Platinum Naturals gets a new look

Packaging for the manufacturer's supplements has been redesigned, with a focus on its premium positioning and unique absorption system.

After months of consumer focus groups and shop-along research, as well as internal testing with employees and feedback from retailers, Platinum Naturals has revamped its logo and packaging for 48 varieties of vitamins and supplements. The new packaging will begin to roll out in January next year inside natural health food stores throughout the GTA.

Discussions around redesigning the packaging began two years ago, when Platinum Naturals hired director of marketing Doug Carey to help develop a coherent strategic marketing plan for the company. After a year of building his department with brand managers and allocating a budget for the redesign, the former Baxter health care marketer hired agency Bob’s Your Uncle to begin consumer and retailer research.

Product packaging was inconsistent prior to the rebrand, as the company developed labeling for each SKU as they came out of production, says Deborah Arbus, VP of strategy at Bob’s Your Uncle. But now the design ties all of its products together under a single brand identity, with colour droplets communicating how natural oils are used to increase absorbency and a black backdrop reflecting Platinum’s positioning as a premium brand, she adds.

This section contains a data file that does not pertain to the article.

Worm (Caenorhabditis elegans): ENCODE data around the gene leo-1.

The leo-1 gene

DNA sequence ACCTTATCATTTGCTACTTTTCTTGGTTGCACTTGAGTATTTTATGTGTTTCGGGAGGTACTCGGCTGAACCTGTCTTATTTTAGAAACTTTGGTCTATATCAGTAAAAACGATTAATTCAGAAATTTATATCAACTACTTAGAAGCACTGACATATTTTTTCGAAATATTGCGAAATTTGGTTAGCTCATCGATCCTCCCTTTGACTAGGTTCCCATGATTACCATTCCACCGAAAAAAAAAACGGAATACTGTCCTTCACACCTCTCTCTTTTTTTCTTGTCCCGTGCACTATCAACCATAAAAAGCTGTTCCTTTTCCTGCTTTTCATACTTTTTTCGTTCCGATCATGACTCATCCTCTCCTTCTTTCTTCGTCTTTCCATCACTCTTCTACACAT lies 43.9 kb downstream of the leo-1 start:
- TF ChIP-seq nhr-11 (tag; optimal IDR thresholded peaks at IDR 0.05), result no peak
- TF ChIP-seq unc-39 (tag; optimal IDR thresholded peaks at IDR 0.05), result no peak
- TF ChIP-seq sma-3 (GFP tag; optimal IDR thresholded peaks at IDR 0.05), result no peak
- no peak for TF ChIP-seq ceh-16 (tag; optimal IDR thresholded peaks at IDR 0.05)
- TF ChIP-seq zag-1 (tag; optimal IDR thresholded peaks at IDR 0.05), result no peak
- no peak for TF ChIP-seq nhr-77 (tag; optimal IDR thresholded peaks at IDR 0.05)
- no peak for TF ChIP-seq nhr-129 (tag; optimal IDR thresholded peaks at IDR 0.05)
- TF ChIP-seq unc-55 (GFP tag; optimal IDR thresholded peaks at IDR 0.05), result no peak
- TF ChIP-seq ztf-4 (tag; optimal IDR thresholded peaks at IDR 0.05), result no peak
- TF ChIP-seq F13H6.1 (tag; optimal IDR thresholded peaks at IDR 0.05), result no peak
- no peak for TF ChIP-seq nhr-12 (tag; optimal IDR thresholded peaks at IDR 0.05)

Consumers in the research group didn’t quite understand the science behind the Omega Suspension Technology (natural oil absorption) system that Platinum uses, and viewed it as being “too pharmaceutical,” says Carey. “So we wanted to convey that in our logo. We have three drops that represent different aspects of what we do and stand for – integrity, purity and efficacy.”

“There are so many different visuals in this area, you often see green and leafy [designs], but we realized the real differentiator is the oil and the [colour] drops became the obvious indication for that,” Arbus says. “[And] while black speaks to luxury, there’s not a lot of it in the category. We saw this as an opportunity to communicate luxury in a very easy way.”

Being able to communicate the company’s messaging and positioning in a more concise way for not only the consumer, but the retailer also drove the design, Carey says. “The decisions are usually made on behalf of the consumer. Most shoppers that go into a natural health food store don’t know exactly what they’re looking for. So it’s the influence of the retailer that drives them to a specific product,” he says.

“It’s a very simple three-pronged story that’s much easier to communicate to the retailer, and for them to communicate to staff and then to the consumer,” adds Arbus. “This has made it an easier and more concise story to tell.”